Doordarshan follows specific stipulations on advertising as per the Code for Commercial Advertising on Doordarshan, which was presented to the Parliament in May 1987. The Code includes 33 dos and don’ts for advertisers on television (DD) and incorporates the provisions of the Indecent Representation of Women Act and Consumer Act, 1986.

The Code states that any advertisement unduly influencing children will not be accepted. Other types of advertising to be rejected include the following types of advertisements:

  • that suggest in any way that unless the children themselves buy or persuade others to buy the products or services, they will be failing in their duty or lacking in loyalty to any person or organization;
  • which lead the children to believe that if they do not own or use the product they will be inferior to other children or that they will be condemned for not owning or using it.

The section on women stipulates that no advertisement shall be permitted which:

  • Projects derogatory image of women;
  • portrays them in a manner that emphasizes passive and submissive qualities and encourages them to play a submissive role in the society;
  • encourages mutual disrespect between the sexes; and
  • does not ensure the portrayal of women (female form) in tasteful and aesthetic standard and is not within the established norms of good taste and decency.


Such problems have led the advertising professionals all over the world to commit themselves to the idea of self-regulation. Printer’s Ink, an advertising trade publication had developed a model statute in 1911, which was passed as legislation. Similarly, advertising professionals in India have also reacted to unethical approach of unscrupulous advertising.

In April 1982, the Ad Club of Bombay appointed a committee to formulate a regulatory code for the profession, advertisers and the media. The initial draft of the code was based largely on similar codes prevalent in UK and the USA. This was basically set out to ensure that the consumers are protected against spurious advertising and that generally accepted norms of morality are upheld. Subsequently, the Advertising Standards Council of India (ASCI) was set up to “crack down on misleading and unethical advertisements”.

The membership of ASCI is divided into four categories: advertisers, the press, advertising agencies and allied professions. In this context it should, however, be noted that number of members is abnormally low compared to the wide range of membership.

The Indian Newspaper Society (INS, formerly IENS), an autonomous body with members comprising newspapers and magazines, has also developed a Code of Advertising Ethics, which is followed by its member publications. Another body, Consumer Education Research Centre (CERC) is also doing commendable service in creating awareness among the consumers against unethical and misleading advertising and fighting the cases against erring advertisers.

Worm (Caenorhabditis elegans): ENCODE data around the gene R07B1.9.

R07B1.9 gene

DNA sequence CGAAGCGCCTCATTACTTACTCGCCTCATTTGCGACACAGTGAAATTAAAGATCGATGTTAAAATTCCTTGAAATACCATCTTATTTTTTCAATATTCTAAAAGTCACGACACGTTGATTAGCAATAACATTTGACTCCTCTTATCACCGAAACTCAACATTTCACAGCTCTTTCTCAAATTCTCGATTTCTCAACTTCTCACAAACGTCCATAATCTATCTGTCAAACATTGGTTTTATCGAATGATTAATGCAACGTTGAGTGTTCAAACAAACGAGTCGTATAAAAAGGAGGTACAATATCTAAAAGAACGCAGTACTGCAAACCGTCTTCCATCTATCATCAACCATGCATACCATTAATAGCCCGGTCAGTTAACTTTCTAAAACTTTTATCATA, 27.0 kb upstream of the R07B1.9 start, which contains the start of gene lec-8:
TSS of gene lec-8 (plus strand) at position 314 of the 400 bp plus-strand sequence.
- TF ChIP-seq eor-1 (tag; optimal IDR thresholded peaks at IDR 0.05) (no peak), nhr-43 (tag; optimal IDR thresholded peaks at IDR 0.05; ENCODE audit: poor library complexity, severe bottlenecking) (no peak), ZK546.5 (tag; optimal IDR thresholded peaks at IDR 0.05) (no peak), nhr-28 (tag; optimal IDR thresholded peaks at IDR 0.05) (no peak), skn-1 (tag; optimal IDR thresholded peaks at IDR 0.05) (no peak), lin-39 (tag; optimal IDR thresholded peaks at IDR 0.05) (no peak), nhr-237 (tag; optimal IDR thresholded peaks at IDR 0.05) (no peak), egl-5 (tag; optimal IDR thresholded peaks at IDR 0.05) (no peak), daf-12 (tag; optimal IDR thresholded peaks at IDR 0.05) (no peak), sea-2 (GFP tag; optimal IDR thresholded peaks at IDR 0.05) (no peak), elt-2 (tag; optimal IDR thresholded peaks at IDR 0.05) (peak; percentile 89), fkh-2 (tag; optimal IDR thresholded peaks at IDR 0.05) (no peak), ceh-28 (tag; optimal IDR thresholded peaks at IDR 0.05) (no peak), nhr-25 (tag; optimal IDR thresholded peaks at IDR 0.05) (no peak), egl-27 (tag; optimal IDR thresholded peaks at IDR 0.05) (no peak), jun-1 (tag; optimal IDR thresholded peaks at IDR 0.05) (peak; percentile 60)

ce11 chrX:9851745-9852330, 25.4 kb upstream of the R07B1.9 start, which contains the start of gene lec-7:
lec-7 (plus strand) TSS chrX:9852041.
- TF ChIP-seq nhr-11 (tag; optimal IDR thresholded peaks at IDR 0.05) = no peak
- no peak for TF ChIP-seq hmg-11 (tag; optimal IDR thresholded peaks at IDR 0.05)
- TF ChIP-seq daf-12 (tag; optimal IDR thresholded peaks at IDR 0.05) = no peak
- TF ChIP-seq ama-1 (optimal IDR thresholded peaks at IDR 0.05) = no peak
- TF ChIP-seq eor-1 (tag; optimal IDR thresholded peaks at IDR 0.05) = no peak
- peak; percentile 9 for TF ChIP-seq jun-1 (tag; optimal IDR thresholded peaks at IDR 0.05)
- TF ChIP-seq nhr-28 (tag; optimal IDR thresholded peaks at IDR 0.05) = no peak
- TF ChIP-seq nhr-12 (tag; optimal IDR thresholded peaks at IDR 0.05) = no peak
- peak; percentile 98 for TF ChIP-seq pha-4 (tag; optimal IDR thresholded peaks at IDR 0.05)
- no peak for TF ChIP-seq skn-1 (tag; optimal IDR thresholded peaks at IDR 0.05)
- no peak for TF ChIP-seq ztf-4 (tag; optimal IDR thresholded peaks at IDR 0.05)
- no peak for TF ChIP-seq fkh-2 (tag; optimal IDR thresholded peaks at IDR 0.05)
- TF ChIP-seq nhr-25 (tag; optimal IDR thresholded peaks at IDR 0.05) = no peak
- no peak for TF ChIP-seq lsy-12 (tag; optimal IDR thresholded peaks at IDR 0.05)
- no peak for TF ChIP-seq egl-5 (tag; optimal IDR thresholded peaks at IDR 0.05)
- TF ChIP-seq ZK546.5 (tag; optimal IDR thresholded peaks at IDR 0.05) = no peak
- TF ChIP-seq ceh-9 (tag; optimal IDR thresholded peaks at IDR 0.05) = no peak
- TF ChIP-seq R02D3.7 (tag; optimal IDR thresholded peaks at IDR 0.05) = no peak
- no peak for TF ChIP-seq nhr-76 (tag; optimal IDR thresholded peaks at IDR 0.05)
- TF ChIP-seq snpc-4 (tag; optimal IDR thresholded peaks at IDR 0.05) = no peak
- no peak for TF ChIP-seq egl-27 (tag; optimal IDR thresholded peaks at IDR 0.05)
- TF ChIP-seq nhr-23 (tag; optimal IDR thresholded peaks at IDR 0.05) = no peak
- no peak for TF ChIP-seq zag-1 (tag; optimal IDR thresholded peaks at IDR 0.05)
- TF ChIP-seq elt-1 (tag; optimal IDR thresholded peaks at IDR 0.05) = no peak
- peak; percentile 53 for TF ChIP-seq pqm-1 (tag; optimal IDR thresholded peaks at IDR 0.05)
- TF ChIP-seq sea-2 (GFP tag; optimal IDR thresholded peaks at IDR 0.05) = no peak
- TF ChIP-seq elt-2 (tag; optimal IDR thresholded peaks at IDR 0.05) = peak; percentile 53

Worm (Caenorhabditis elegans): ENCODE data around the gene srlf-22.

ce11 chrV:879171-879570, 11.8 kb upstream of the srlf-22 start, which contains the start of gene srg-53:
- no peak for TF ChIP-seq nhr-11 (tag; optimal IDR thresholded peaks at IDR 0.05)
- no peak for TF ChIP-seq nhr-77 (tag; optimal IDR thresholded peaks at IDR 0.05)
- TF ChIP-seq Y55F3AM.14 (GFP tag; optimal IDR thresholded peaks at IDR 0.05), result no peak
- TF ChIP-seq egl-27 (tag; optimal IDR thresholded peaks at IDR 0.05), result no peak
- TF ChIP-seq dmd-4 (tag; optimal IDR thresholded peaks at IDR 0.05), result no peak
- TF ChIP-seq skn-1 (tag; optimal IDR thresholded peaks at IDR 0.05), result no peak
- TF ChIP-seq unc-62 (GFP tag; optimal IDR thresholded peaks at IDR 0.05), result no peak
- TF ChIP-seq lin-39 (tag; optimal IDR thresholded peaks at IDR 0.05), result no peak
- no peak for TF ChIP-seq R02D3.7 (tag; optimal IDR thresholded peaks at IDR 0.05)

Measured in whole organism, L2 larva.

Some typical recent Indian advertisements have created flutters among the consumers and few offenders have been hauled up also.

Obscene Ads: In such advertisements the complaints felt that either the visual or copy or both were obscene or in bad taste. The erring advertisers were Vitamin E Skin Oil for using the visual of an obscene mannequin, Cholaiyal Pharmaceuticals for its ad of Medimix Ayurvedic soap using obscene visual of Krishna and Gopis; Maxwell Industries for using obscene visual and copy for its VIP brand underwear; Apache Jean (P) Ltd for both obscene visual and copy.

Misleading Ads: Misleading advertisements usually make claims, which can be generally categorized as puffery claims; data based claims and testimonial claims. While puffery claims are made without implying scientific bases for it, data based claims are suggest that a test or study or some kind of scientific effort has been made to produce the basis for the claim. False testimonial claims are made by using name, signature, photograph or video or film clippings etc.

Let us quote a few examples of these types of misleading claims. Complaints were lodged against Kelvinator India who claimed the performance of Avanti 150 cc two-wheeler. Racold

Appliances claiming their washing machine as the only automatic one. Glindia claimed drinking Complan helps one to emerge as a top-ranker. TTK & Co. claimed only the new Prestige pressure cooker was 100 per cent safe and it was the safest.

Ads using sex: Advertising is often put on the docks for exploiting and projecting sexist themes. Guidelines on this are ‘woefully sketchy’. Yet the changing value system and the contemporary norms of the society are overlooked very often by the traditional approach towards sex which creates embarrassment to a particular segment who are quick to react to such advertising negatively. Many of these ads have been found to be objectionable by the law enforcing authorities, which had to be withdrawn. But many others have been allowed considering the logic and reasonableness behind the creative strategies. The most controversial in this category are the advertising on condoms like Kamasutra, which depicts a young couple in amorous positions. After this campaign many other ad campaigns have used sex, either directly or indirectly.